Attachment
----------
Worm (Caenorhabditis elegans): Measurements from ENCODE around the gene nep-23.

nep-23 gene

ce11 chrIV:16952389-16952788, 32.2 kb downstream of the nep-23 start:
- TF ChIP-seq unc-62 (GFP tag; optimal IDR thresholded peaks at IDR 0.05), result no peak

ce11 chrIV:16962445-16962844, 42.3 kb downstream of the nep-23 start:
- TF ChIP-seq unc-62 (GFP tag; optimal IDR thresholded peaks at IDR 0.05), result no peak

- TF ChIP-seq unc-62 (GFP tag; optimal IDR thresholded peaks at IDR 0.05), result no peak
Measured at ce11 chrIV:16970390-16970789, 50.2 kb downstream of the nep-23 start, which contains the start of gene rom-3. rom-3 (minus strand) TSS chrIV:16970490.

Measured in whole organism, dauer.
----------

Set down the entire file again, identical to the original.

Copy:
Worm (Caenorhabditis elegans): Measurements from ENCODE around the gene nep-23.

nep-23 gene

ce11 chrIV:16952389-16952788, 32.2 kb downstream of the nep-23 start:
- TF ChIP-seq unc-62 (GFP tag; optimal IDR thresholded peaks at IDR 0.05), result no peak

ce11 chrIV:16962445-16962844, 42.3 kb downstream of the nep-23 start:
- TF ChIP-seq unc-62 (GFP tag; optimal IDR thresholded peaks at IDR 0.05), result no peak

- TF ChIP-seq unc-62 (GFP tag; optimal IDR thresholded peaks at IDR 0.05), result no peak
Measured at ce11 chrIV:16970390-16970789, 50.2 kb downstream of the nep-23 start, which contains the start of gene rom-3. rom-3 (minus strand) TSS chrIV:16970490.

Measured in whole organism, dauer.